The United States on Wednesday declared that it "stood in solidarity with our South Korean allies" in condemning North Korea's artillery attack a day earlier.
"We call on all members of the international community to condemn the DPRK’s acts and to make clear that they expect the DPRK to cease all provocations and implement its denuclearization commitments," said Stephen W. Bosworth Special Representative for North Korea Policy.
"The United States remains firmly committed to the defense of the Republic of Korea and to the maintenance of peace and stability in Northeast Asia," he added.
South Korean President Lee Myung-bak's government was criticized at home on Wednesday for its slow response to a North Korean attack, with lawmakers and media saying it was now time to get tough.
Lee has vowed a firm response to Tuesday's attack by North Korea, but Seoul too has no desire for a serious conflict. While North Korea would certainly lose any war, it would be able to do enormous damage to the South with its vast artillery.
Lee won office in 2008 vowing to take an uncompromising stand with neighboring North Korea, but for the second time this year his conservative government is being criticized for being indecisive in responding to crises involving the mercurial state.
In March, Lee's government was criticized for responding too slowly to the sinking of a South Korean warship in the same area. Forty-six sailors were killed in the attack the South blamed on the North. Pyongyang said it wasn't to blame.
A day after the North fired a barrage of artillery shells at the island of Yeonpyeong, killing two civilians and soldiers, members of Lee's own party and opposition lawmakers accused the South's military of being too weak and responding too late.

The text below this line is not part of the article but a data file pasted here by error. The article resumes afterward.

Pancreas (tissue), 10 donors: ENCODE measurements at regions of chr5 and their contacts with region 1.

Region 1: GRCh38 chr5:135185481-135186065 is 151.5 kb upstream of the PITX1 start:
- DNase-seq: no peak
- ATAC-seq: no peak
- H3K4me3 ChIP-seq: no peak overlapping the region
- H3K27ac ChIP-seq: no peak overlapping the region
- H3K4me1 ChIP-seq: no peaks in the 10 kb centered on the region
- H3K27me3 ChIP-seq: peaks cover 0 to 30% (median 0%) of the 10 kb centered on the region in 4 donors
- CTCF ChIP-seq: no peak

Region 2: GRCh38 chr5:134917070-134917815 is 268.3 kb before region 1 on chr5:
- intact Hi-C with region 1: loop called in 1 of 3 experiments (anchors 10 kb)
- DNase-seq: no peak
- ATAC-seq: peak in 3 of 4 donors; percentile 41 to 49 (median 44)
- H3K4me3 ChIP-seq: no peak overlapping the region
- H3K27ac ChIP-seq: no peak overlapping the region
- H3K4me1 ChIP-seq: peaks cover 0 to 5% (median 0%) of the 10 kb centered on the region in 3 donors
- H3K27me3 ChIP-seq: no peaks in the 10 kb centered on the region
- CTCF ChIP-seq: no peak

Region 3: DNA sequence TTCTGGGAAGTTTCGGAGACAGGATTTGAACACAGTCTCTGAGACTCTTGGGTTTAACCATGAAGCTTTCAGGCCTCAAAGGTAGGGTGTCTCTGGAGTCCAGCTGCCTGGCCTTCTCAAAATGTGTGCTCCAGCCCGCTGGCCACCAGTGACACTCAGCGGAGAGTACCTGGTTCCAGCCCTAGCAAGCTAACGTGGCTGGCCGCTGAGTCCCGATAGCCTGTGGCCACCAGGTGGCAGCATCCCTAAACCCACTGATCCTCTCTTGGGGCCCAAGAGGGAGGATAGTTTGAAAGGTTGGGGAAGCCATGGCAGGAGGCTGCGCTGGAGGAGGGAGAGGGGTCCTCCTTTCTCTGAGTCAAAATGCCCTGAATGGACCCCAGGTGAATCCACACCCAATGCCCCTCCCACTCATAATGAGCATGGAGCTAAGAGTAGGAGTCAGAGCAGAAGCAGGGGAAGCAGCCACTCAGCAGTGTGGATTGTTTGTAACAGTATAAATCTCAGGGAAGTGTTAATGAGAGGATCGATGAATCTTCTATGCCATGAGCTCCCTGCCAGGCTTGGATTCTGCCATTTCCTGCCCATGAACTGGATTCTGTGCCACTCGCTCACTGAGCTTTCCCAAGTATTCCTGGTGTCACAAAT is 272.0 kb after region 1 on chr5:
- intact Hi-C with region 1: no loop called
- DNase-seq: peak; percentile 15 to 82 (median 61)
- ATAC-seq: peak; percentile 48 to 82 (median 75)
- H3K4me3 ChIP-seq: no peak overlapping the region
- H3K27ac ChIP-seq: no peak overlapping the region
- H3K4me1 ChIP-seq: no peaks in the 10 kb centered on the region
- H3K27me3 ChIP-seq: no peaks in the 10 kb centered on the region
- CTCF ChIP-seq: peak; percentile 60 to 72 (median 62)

In a fiery parliamentary hearing, Defense Minister Kim Tae-young was grilled by lawmakers who said the government should have taken quicker and stronger retaliatory measures against the North's provocation.
"I am sorry that the government has not carried out ruthless bombing through jet fighters during the North's second round of shelling," Kim Jang-soo, a lawmaker of the ruling Grand National Party and a former defense minister, was quoted as saying by Yonhap news agency during the national defense committee.
"Why did we shoot only 80 shells even as the North fired 170?" asked Sim Dae-pyung, chairman of the minor opposition People First Party.
Kim explained the current operational manual calls for retaliatory attacks of up to double the firepower employed by the enemy and using the equivalent types of weapons to those used by the enemy.
Lawmakers also quizzed Kim about the apparent lack of intelligence about the attack. He replied that the North had sent warning statements concerning the South's test firing exercises in the area, but these threats mirrored previous rhetoric from Pyongyang which had amounted to nothing.
The small conservative Liberty Forward Party hit out at the South's military for responding too slowly, demanding to know why it took some 15 minutes to respond to the North Korean shelling.
A party source told Yonhap that "when an enemy attacks, battle preparations have to be made within five minutes but after North Korea's first shots the South Korean army responded with fire after 15 minutes".
"After North Korea's second attack also, it took 15 minutes to respond with fire."
Editorials in local media also said it was now time for retaliation.
The JoongAng Daily urged Lee to send a clear message to the North, saying the North's provocation had "gone beyond our imagination".
Earlier this year, Lee's government was criticized for its response to the sinking of the Cheonan warship and what many saw as its overly cautious handling of possible links to North Korea.
A government audit found the military leadership's reactions on the night of the Cheonan's sinking were shoddy and sloppy and that it tried covering up its bungled crisis management. It also criticized the defense ministry.
Lee, well known for his hawkish policies, ended the South's Sunshine Policy of engagement with North Korea in 2008, cutting aid and refusing to give in to Pyongyang's demand for concessions, saying the North must first give up its nuclear programs.
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